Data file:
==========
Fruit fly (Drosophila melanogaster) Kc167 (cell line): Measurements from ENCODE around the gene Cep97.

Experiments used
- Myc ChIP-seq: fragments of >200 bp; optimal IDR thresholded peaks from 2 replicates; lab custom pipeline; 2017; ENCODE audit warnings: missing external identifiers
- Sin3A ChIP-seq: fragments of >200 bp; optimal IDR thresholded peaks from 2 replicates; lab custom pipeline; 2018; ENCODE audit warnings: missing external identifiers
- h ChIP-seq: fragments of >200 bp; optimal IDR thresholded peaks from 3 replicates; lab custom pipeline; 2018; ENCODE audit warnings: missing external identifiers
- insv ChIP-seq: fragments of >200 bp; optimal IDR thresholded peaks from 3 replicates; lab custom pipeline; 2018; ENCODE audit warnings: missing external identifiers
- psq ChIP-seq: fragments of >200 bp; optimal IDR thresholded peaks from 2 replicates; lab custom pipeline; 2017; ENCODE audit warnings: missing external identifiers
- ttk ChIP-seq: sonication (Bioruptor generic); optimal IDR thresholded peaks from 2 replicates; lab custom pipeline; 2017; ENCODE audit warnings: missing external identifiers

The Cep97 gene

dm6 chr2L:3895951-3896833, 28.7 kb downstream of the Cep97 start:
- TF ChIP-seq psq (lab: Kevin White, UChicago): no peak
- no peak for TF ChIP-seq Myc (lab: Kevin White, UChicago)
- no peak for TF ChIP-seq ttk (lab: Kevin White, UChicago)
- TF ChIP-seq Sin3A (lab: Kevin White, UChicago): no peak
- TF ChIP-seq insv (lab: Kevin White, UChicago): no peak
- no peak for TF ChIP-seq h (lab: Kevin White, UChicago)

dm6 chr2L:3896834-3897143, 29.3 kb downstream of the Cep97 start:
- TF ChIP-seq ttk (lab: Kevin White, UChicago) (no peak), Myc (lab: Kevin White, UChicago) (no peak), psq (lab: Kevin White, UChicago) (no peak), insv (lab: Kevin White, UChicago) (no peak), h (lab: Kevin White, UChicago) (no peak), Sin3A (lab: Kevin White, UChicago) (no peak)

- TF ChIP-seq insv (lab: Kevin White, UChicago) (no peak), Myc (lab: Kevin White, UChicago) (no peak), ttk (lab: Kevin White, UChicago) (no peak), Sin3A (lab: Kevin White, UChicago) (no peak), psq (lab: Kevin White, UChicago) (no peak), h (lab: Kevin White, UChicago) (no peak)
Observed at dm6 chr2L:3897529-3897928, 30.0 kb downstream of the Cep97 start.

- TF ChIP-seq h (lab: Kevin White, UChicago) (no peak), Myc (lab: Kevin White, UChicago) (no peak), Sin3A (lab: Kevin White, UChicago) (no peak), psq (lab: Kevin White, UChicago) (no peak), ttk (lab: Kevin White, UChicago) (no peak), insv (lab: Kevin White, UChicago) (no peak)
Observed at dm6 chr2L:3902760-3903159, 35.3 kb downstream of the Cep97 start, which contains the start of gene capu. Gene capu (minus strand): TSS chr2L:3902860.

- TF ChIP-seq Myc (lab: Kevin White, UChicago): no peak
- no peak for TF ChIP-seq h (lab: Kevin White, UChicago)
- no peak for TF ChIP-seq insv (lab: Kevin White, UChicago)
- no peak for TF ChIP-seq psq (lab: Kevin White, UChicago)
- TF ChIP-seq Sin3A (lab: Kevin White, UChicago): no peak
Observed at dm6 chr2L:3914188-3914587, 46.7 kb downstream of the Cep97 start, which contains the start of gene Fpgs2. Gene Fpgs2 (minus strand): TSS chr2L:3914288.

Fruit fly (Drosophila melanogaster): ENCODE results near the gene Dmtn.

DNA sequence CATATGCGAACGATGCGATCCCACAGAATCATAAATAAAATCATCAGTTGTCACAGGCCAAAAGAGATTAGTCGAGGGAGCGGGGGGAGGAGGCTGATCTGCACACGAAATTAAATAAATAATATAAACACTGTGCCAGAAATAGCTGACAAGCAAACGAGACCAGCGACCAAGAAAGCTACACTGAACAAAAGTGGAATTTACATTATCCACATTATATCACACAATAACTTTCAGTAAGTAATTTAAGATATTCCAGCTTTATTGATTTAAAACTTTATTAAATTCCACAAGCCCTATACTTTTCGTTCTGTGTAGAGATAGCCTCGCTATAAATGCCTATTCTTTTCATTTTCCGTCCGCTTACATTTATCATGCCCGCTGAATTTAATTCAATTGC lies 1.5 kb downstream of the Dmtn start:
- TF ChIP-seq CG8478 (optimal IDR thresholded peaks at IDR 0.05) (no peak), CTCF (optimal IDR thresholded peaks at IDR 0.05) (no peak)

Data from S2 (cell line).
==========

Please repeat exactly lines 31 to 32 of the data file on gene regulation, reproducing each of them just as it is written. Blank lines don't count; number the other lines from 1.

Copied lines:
- TF ChIP-seq CG8478 (optimal IDR thresholded peaks at IDR 0.05) (no peak), CTCF (optimal IDR thresholded peaks at IDR 0.05) (no peak)

Data from S2 (cell line).